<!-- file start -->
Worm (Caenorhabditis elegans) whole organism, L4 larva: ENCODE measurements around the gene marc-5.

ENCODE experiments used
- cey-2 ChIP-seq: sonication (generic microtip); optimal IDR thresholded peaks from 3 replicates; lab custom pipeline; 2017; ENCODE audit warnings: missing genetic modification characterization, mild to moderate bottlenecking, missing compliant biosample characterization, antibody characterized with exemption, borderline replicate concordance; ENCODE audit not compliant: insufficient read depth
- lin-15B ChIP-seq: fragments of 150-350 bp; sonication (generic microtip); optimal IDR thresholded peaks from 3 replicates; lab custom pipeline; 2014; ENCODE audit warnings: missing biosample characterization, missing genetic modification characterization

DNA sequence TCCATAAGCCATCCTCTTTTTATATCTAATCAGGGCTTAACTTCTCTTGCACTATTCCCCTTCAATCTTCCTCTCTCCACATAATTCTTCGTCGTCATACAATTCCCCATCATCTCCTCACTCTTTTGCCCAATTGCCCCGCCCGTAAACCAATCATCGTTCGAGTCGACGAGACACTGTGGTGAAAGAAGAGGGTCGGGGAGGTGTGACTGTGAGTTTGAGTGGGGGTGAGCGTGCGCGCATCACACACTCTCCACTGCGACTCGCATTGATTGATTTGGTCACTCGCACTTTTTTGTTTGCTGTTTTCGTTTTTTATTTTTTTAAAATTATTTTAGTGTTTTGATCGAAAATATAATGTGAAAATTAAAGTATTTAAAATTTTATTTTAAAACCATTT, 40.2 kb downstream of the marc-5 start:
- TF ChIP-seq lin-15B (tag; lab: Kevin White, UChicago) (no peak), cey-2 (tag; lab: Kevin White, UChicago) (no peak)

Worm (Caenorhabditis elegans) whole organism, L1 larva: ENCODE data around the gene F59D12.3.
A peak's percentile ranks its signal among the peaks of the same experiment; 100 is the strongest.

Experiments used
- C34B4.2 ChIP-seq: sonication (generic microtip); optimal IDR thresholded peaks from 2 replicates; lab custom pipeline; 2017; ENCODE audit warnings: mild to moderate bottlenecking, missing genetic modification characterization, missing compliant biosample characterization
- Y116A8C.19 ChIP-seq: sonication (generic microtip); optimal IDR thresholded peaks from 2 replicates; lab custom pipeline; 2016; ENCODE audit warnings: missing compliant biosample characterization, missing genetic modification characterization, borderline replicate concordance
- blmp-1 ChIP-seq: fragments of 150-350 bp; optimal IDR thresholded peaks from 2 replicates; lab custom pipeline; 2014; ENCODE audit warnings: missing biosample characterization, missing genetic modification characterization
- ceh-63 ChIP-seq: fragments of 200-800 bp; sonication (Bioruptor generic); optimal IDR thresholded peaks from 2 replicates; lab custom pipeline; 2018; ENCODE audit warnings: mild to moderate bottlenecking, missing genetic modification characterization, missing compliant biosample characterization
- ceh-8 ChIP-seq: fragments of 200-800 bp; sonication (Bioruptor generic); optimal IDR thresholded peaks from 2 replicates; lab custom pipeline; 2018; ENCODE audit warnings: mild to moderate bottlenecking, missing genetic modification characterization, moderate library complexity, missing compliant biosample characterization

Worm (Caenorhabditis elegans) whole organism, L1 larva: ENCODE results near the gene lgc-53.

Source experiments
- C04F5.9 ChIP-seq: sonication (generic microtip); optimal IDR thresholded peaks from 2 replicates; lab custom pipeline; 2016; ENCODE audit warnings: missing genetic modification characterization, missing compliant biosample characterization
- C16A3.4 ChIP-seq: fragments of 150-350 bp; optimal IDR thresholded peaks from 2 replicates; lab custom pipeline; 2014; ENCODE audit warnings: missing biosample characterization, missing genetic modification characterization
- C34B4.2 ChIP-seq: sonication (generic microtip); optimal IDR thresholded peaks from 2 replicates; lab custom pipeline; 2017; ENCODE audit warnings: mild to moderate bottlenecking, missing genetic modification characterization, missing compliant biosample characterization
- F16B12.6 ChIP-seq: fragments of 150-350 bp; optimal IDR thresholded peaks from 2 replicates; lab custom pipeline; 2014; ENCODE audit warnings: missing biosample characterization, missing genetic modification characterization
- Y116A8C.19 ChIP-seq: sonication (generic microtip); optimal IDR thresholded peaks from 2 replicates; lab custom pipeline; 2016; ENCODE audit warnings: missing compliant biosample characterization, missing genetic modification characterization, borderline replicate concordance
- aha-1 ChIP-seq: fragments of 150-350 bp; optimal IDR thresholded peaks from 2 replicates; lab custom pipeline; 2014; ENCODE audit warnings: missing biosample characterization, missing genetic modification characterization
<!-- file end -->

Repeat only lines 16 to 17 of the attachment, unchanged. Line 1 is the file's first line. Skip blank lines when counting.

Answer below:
Source experiments
- C04F5.9 ChIP-seq: sonication (generic microtip); optimal IDR thresholded peaks from 2 replicates; lab custom pipeline; 2016; ENCODE audit warnings: missing genetic modification characterization, missing compliant biosample characterization